Communist Radicals hijack Air Force One with The U.S. President and his family on board. The Vice President negotiates from Washington D.C., while the President, a Veteran, fights to rescue the hostages on board.
In order to foil a terrorist plot, an FBI agent undergoes a facial transplant surgery and assumes the identity and physical appearance of a terrorist, but the plan turns from bad to worse when the same terrorist impersonates the FBI agent.
A well respected Chicago surgeon Dr. Richard Kimble has found out that his wife, Helen, has been murdered ferociously in her own home. The police found Kimble and accused him of the murder. Then, Kimble (without Justifiable Reason) was tried, convicted, and sentenced to death. However, on the way to prison, Kimble's transport crashed. Kimble escapes and is now on the run. Deputy Samuel Gerard from Chicago takes charge of the chase of Kimble. Meanwhile, Kimble takes up his own investigation to find who really killed his wife, and to lure Gerard and his team into it as well.Written by
Originally, Julianne Moore's character had a bigger role in the film, even after she exposes him briefly. Kimble was to have sought her out for help and eventually fall for her. These scenes were filmed and deleted from the final cut of the film. This is the reason that her name is still credited as one of the main stars of the picture. See more »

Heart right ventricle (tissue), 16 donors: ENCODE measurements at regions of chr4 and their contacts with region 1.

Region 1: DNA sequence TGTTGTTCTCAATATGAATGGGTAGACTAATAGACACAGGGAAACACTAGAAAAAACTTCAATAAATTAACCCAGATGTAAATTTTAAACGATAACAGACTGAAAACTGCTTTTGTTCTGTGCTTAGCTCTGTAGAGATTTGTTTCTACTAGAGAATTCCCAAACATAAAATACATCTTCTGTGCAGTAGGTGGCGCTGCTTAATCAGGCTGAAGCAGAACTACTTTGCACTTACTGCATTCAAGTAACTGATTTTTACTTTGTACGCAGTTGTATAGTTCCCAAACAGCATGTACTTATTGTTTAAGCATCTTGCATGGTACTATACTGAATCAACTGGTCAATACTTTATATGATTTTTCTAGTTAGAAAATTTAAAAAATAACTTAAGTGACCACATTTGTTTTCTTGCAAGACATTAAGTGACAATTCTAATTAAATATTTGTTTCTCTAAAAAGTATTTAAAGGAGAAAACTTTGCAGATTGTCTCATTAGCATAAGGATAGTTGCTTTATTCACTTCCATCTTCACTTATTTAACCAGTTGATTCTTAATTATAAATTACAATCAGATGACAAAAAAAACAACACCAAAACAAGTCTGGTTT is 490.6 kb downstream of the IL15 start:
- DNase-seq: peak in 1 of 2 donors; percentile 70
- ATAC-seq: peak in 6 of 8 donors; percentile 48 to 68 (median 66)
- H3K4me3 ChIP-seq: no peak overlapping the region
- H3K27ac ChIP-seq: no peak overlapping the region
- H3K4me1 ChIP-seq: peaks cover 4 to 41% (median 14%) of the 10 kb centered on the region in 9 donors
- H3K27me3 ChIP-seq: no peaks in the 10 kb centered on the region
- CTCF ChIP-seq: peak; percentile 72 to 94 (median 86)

When the bus is crashing, at one point you see the people inside at an angle, but the next shot shows the bus upright. See more »
Near the end of the end credits, there is a scene showing fireworks going off over the Chicago skyline. See more »
In the 2001 DVD release, a crew member's face has been digitally removed from the train-wreck aftermath. In previous transfers of the film, a crew members's face is looking back at the camera when Kimble peers up at the train wreck from the creek. This error has resurfaced on the Blu-ray version. See more »
Fast-paced action thriller is even superior to the TV series...
For a good "chase" film, you can't beat 'The Fugitive'. Not all films taken from TV series manage to make it to the big screen with a style of their own and a story worth telling. Exceptionally fine performances by Harrison Ford and Tommy Lee Jones are the icing on the cake. The picture scores on all levels: photography, music, editing, script and performances. The bus/train crash at the start is a spectacular piece of filmmaking that gets the story off to a good start with powerful urgency. While you're rooting for Ford all the way, as the doctor wrongly accused of the murder of his wife, you sometimes find yourself in the shoes of the crafty, quirky detective with a sense of humor (Tommy Lee Jones) who is relentless in his pursuit. The battle between the pursued and the pursuer is the dominant theme and it is carried off with great wit and style.
As absorbing as any action drama of the '90s. I would have been happy if Harrison Ford, as well as Jones, earned an Oscar for his earnest and highly physical performance. Highly recommended.
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